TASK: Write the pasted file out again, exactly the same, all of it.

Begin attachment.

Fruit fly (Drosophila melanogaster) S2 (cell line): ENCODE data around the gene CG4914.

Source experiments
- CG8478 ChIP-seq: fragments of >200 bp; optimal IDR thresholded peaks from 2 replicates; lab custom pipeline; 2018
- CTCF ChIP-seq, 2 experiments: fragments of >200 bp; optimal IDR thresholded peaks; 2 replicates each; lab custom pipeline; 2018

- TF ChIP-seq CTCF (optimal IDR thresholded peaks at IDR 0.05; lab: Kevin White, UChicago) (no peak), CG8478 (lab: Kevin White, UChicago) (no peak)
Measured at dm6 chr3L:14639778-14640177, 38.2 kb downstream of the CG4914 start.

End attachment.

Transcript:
Fruit fly (Drosophila melanogaster) S2 (cell line): ENCODE data around the gene CG4914.

Source experiments
- CG8478 ChIP-seq: fragments of >200 bp; optimal IDR thresholded peaks from 2 replicates; lab custom pipeline; 2018
- CTCF ChIP-seq, 2 experiments: fragments of >200 bp; optimal IDR thresholded peaks; 2 replicates each; lab custom pipeline; 2018

- TF ChIP-seq CTCF (optimal IDR thresholded peaks at IDR 0.05; lab: Kevin White, UChicago) (no peak), CG8478 (lab: Kevin White, UChicago) (no peak)
Measured at dm6 chr3L:14639778-14640177, 38.2 kb downstream of the CG4914 start.